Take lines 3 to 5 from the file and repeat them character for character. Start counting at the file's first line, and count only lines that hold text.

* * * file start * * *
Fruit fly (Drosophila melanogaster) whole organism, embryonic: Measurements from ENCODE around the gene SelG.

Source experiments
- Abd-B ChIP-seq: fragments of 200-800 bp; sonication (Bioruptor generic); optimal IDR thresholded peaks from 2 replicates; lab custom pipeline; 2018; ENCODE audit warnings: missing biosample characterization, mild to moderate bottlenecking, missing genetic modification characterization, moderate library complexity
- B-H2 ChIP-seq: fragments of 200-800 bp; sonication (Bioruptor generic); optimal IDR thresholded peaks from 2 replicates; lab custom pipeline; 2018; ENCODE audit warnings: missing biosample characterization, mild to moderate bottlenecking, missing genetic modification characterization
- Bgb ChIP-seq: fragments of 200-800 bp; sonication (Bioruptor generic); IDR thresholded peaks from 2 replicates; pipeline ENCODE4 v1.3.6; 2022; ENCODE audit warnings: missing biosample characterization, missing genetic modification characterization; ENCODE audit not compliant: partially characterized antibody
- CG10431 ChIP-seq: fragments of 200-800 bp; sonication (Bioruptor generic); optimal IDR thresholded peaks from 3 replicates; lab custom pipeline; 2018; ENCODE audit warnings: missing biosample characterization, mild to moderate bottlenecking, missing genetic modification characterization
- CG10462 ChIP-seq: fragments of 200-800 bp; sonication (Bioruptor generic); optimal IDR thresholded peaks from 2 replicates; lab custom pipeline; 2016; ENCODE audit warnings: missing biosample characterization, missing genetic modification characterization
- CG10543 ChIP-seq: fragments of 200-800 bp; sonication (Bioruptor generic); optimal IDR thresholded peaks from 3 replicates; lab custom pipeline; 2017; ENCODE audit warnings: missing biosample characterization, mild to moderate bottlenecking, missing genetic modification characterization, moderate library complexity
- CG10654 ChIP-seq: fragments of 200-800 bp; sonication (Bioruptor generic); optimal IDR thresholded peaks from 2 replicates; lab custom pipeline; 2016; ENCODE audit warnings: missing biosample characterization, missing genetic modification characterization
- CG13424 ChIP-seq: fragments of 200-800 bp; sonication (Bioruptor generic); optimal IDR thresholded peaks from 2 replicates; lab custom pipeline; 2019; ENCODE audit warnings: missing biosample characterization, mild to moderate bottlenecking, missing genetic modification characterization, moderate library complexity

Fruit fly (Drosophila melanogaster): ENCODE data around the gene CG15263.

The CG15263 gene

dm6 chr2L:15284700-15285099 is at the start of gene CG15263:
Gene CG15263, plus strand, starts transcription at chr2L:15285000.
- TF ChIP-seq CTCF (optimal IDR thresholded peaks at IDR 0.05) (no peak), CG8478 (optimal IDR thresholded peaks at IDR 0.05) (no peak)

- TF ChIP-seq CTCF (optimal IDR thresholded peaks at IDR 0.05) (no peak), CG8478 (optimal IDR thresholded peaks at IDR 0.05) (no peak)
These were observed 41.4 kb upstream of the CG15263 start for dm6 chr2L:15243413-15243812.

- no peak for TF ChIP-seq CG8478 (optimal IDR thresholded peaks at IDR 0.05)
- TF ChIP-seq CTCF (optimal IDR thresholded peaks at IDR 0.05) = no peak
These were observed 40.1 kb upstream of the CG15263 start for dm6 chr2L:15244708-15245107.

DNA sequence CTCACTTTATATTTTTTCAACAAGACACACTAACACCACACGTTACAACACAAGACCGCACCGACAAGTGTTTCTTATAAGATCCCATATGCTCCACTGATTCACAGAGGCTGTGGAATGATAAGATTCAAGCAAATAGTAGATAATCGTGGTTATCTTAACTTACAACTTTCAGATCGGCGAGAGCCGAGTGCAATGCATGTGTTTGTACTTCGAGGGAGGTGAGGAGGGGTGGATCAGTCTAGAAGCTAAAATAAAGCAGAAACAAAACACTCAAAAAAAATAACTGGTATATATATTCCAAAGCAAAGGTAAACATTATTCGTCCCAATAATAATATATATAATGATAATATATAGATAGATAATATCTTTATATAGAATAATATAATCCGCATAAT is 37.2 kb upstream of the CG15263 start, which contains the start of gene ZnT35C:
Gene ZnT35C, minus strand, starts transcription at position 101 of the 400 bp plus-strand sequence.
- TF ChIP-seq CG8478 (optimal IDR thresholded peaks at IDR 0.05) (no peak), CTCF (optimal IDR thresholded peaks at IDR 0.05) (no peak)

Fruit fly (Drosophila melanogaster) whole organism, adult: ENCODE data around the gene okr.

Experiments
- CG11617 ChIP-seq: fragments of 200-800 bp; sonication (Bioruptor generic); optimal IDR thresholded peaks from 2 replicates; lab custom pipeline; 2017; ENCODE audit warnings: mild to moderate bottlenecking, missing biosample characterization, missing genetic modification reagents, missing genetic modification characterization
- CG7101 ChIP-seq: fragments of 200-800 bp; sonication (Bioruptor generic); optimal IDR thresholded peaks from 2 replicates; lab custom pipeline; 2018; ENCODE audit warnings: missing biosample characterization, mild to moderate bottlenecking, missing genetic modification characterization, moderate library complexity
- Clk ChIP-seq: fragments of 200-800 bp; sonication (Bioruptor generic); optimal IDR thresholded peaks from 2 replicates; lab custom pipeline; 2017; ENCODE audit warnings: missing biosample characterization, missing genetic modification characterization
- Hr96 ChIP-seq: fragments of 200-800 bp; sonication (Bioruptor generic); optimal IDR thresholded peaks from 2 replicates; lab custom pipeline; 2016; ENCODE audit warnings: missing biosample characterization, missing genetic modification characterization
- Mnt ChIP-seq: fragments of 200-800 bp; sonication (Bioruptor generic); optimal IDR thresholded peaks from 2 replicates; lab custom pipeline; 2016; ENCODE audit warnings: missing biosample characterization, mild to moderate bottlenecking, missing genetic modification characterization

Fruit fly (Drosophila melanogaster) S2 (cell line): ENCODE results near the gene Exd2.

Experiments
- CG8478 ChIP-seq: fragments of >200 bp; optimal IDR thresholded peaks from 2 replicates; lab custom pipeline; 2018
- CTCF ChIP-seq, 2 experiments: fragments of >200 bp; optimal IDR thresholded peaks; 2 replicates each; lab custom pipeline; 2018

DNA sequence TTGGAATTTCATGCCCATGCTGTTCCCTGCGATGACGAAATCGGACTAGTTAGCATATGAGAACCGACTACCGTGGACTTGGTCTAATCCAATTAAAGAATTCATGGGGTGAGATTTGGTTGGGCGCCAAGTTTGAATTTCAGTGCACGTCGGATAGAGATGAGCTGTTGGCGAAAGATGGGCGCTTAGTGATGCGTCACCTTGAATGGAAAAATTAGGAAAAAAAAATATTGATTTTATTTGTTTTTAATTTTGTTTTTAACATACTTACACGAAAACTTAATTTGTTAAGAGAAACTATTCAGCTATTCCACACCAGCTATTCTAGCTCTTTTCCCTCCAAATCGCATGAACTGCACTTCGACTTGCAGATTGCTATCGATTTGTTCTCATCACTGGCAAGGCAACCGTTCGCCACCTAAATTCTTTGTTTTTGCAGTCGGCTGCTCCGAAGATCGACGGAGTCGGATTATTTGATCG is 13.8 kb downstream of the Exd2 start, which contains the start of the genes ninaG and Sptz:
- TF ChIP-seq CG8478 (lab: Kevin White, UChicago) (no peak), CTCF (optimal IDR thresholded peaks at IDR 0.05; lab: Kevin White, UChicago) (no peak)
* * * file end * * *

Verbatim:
- Abd-B ChIP-seq: fragments of 200-800 bp; sonication (Bioruptor generic); optimal IDR thresholded peaks from 2 replicates; lab custom pipeline; 2018; ENCODE audit warnings: missing biosample characterization, mild to moderate bottlenecking, missing genetic modification characterization, moderate library complexity
- B-H2 ChIP-seq: fragments of 200-800 bp; sonication (Bioruptor generic); optimal IDR thresholded peaks from 2 replicates; lab custom pipeline; 2018; ENCODE audit warnings: missing biosample characterization, mild to moderate bottlenecking, missing genetic modification characterization
- Bgb ChIP-seq: fragments of 200-800 bp; sonication (Bioruptor generic); IDR thresholded peaks from 2 replicates; pipeline ENCODE4 v1.3.6; 2022; ENCODE audit warnings: missing biosample characterization, missing genetic modification characterization; ENCODE audit not compliant: partially characterized antibody